Common bamboo (Bambusa vulgaris

The versatile bamboo

Did you know that the bamboo is actually a woody-stemmed grass? Bamboos are known for their rapid growth – this common bamboo can grow up to 50 centimetres per day. Some varieties of giant bamboo can grow up to over a metre per day! Cuttings from the bamboos in the Palm House are occasionally sent to Korkeasaari zoo as snacks for the monkeys and red pandas.

The bamboo is an extremely useful plant. It can be used to make scaffolding, dishes, chopsticks, furniture, water pipes, musical instruments and paper. Bamboo shoots are edible, and bamboo fibre can be used to make textiles.

Bamboo is known as a durable and ecological material. It grows quickly, requires little water, and needs no fertilisers or pesticides. Extensive bamboo plantations, however, are often associated with the destruction of native forests. The manufacturing of bamboo textiles requires large quantities of chemicals which are harmful to both humans and other organisms.

Luckily there are solutions: new technologies have been developed to recycle the chemicals from the bamboo industry. However, further investments are needed to acquire new purifying systems for the factories. We as consumers also have a responsibility to buy goods from producers who operate transparently, comply with employee protections and are committed to recycling chemicals. When cultivated sustainably and responsibly, bamboo is an excellent choice of material.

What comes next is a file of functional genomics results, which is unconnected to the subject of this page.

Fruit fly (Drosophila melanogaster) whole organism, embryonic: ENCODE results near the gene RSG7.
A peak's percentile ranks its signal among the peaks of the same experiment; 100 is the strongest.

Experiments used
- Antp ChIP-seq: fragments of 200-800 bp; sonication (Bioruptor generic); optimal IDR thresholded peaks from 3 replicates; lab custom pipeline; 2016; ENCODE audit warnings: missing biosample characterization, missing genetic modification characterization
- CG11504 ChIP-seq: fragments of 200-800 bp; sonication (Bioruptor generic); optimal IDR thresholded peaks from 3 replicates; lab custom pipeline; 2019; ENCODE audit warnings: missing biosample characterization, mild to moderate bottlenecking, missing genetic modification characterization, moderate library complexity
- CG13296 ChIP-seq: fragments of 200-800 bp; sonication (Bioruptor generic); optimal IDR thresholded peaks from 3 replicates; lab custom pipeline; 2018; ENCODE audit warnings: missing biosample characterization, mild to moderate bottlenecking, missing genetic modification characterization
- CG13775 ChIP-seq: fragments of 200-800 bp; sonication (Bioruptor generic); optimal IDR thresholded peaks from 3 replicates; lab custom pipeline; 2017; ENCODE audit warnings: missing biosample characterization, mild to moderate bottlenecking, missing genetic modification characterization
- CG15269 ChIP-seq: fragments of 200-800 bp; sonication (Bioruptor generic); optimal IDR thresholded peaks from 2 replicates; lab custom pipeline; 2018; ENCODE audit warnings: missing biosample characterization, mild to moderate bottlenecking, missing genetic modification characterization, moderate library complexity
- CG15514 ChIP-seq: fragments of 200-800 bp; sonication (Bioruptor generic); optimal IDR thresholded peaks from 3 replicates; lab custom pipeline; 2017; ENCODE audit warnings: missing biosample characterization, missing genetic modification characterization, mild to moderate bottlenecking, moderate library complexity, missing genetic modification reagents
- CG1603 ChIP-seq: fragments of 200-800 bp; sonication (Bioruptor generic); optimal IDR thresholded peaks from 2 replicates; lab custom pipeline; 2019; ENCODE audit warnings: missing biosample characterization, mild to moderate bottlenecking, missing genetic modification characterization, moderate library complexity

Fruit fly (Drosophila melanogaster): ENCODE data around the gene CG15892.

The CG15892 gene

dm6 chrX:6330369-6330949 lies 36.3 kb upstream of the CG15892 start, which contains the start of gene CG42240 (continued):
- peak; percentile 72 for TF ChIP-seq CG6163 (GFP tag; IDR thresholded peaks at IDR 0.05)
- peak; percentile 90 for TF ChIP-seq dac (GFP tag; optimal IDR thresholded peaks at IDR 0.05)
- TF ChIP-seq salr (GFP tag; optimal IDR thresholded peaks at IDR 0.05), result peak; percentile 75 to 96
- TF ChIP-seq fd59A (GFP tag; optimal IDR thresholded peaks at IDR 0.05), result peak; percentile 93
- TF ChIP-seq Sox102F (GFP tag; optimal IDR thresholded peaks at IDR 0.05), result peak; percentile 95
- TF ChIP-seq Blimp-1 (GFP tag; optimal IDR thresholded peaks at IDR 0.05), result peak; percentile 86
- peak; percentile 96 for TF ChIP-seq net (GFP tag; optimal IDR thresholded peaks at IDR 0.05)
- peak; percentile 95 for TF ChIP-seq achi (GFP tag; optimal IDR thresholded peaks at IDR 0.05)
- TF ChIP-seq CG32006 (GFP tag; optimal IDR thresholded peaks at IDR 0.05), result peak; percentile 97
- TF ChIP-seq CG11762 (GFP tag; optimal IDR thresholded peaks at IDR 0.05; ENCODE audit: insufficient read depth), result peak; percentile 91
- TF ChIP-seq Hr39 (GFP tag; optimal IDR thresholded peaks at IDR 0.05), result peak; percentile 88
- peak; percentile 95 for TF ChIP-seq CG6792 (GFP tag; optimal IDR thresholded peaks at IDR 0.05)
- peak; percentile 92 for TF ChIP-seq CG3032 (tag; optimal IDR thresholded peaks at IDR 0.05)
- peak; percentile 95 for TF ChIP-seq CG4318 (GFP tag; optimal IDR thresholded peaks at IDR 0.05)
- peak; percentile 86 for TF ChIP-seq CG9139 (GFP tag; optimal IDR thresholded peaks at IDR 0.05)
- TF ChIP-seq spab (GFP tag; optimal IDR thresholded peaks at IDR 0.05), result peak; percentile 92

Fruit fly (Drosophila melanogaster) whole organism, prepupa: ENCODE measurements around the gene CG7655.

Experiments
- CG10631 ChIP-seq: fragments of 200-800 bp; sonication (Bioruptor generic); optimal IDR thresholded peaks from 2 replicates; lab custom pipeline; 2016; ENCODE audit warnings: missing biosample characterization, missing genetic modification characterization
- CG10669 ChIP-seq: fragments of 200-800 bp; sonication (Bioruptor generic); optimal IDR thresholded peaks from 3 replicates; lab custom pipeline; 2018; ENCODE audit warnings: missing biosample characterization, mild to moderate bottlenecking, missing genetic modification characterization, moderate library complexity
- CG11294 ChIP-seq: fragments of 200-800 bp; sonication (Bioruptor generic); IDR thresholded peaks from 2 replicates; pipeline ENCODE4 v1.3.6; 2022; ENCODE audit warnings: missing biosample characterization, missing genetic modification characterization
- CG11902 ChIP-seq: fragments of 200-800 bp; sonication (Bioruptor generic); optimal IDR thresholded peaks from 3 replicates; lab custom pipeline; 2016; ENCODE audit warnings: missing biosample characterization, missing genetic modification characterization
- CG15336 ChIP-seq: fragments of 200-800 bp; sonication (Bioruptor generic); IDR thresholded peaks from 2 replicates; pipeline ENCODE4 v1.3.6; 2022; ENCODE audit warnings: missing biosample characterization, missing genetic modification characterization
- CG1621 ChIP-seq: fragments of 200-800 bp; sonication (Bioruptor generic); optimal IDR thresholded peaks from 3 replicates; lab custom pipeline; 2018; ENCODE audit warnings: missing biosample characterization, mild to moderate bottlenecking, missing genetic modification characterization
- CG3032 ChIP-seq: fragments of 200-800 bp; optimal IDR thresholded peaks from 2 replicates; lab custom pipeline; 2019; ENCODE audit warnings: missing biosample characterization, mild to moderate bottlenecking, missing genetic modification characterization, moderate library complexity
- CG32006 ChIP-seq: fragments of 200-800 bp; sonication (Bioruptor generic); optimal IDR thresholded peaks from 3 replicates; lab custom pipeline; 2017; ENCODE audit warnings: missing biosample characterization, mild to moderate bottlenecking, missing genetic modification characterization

According to a story, bamboo got its name from the sounds of a cracking bamboo campfire, BAM BUU. When bamboo is burned, the air in the air cavities inside the stem expands, causing the stem to break and eventually explode.
The bamboo stem consists of nodes and internodes. There are intermediate growth areas at the base of the nodes. These areas have cells that divide “stretching” the bamboo stem quickly.
A new branch or leaf branches out from the node of the bamboo.
The bamboo rhizome firmly anchors the stem to the ground.